When I work with clients I regularly get invited to engage men in gender diversity. Typically they have already started a women’s network or women’s leadership programmes. But, there has been a back lash. People have started asking questions and the initiative isn’t as well received as they would have hoped.
For instance, senior women have questioned the programmes, saying, ‘If gender balance is a business issue, then why are our male colleagues not involved?’ Or ambitious men have commented, ’Great there is a development programme for women, but surely that’s not very inclusive?’
So how can you avoid this situation? Perhaps women leadership programmes aren’t the answer, or perhaps you just need to communicate about them differently. What is the right thing to do to keep both men and women engaged?
People that say we don’t need women leadership programmes are right. To grow as a leader, both men and women have mostly similar development needs, and they are perfectly capable of learning together in a leadership development programme. In fact, it’s actually very important to have a good gender balance in your leadership development programmes. That way both men and women hone their skills on working together, and both men an women have equal chances to progress to more senior positions. So yes, you definitely need mixed-gender leadership programmes. However, there are real benefits to adding women’s leadership programmes in the mix. Let me show you why.
1. In women leadership programmes, women learn how to be successful in a male culture
Women often work in a male culture, and even in majority female organisations such as in teaching or care, when you get closer to the top the culture becomes more male. In a male culture it is accepted, and in fact even expected, to put yourself forward and share your achievements. However, this isn’t as acceptable in a female culture. This notion is supported by a host of research:
“Men talk about their achievements. But women give the credit away and even add negative elements to many of their achievements.” – Corinne Moss-Racusin, Yale
“Men are 60% more likely to say they are qualified for a job, if they have the same credentials as women.” – J. L. Lawless, R.L. Fox, 2012
“Women judge their own performance as worse than it is, men judge their own performance as better than it actually is.“ – S. Scott, Lind et al, 2001
“Women who work with men are far less likely to take credit for their work than those who collaborate with other women.“ – May 2013, Study published in the Personality and Social Psychology Bulletin
In a women leadership programme, women need to learn how they can be successful in a male culture, and still be authentic. Most men don’t have to learn this, and those that do, have often learned it long before they entered the world of work.
2. In women leadership programmes, women learn what works for female leaders
Women can’t always emulate male leadership behavior, and need to learn what works best for female leaders. Men also need to learn what works best for male leaders, but they typically have many role models to learn from. They can easily choose what works for them from observing a variety of leadership styles around them. As there are less female role models, this is harder for women.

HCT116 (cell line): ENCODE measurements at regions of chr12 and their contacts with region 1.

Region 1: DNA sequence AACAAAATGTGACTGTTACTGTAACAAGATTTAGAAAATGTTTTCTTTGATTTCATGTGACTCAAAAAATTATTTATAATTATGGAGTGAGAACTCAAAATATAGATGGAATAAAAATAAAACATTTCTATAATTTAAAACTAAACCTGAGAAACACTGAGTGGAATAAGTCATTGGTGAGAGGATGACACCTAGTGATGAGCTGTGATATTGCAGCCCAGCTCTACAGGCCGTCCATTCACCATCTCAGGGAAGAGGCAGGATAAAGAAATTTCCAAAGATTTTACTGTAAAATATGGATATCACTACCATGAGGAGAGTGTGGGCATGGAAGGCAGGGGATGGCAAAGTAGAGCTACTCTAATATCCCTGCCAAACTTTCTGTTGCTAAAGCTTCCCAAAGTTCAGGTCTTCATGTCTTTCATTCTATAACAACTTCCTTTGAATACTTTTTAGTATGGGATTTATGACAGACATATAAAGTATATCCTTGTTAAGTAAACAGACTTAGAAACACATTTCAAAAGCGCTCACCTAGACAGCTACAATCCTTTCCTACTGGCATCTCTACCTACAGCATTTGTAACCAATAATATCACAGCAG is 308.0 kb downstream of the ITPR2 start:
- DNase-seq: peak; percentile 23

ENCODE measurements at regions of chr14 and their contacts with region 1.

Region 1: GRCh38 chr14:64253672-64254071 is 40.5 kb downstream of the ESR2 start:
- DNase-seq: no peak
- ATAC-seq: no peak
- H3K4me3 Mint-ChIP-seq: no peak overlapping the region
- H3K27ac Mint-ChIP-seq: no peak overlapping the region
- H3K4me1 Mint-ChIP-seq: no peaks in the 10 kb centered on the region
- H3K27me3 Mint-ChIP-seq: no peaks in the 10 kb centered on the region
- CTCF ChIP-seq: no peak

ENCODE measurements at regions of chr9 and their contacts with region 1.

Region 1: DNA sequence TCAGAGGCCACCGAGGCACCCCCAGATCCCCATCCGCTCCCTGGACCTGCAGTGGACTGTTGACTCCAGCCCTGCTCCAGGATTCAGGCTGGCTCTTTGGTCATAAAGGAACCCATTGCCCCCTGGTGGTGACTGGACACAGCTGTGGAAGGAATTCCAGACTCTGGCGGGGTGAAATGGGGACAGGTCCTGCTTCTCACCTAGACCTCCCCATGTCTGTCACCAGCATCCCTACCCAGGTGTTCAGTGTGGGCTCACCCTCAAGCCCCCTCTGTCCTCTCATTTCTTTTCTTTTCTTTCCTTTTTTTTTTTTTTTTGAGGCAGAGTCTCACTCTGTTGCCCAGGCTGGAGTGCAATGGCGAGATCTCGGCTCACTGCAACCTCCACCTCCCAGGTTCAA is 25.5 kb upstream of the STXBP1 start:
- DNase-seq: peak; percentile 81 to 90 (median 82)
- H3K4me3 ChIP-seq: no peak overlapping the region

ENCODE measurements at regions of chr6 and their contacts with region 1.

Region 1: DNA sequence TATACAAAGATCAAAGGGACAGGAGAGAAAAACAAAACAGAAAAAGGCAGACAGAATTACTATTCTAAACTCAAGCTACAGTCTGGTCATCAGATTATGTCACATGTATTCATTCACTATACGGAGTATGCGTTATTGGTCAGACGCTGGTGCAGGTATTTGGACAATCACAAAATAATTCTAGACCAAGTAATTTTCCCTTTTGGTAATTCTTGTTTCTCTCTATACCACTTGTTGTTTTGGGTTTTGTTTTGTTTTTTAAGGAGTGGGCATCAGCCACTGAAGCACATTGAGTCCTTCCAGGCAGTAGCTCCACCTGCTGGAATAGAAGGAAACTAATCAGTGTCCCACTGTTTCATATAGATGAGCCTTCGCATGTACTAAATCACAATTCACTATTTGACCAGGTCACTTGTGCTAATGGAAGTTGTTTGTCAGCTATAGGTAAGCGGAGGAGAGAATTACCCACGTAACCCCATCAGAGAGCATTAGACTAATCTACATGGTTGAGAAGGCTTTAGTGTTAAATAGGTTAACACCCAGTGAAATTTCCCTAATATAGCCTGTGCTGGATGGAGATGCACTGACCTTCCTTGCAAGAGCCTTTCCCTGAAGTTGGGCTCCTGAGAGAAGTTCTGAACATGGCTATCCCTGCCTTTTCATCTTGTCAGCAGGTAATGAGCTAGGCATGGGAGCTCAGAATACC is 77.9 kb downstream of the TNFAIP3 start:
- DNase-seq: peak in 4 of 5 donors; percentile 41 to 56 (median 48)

3. In women leadership programmes women benefit from working with other women
In women-only groups usually a culture emerges in which personal issues, feelings and stories are shared. By sharing them, issues and feelings get recognized and validated, which helps women gain confidence and courage. Men have different strategies for sharing and gaining confidence.
4. Women leadership programmes can be tailored to female learning preferences
Women-only programmes can be designed so they work particularly well for women, taking into account their learning preferences. Of course it’s also possible to design programmes that take into account both learning preferences, and cater to a mix of styles.
Typical learning preferences of men
- challenges, competitions and rewards
- more support in ‘teamwork’, ‘cooperation’ and ‘sharing’
- encouragement to work on soft skills
Typical learning preferences of women
- Encouragement , someone to regularly check in to show interest in their progress
- more support in ‘individual action’ and ‘overcoming negative thinking patterns’
- encouragement to work on hard skills and look at career strategically
So it is very effective to offer a women’s leadership programme, as long as we still have male cultures.
How to talk about women leadership programmes in the right way
When starting a women’s leadership programme it’s important to communicate clearly. Include in your messaging:
- why there is a programme designed specifically for women
- what development opportunities are available to men
- that gender balance is a business issue, is relevant to all (men and women) and has strategic benefit
In addition make sure you embed a women’s leadership programme alongside a range of wider measures to achieve gender balance, such as measures to change processes and culture. Of course most of these wider measures should NOT be aimed at women, but at all employees and business leaders. Here are some ideas for initiatives you might consider.
If you follow these ideas, your women leadership programmes should achieve it’s aims and keep men, senior and junior women on board, regardless of their ambitions or motivations.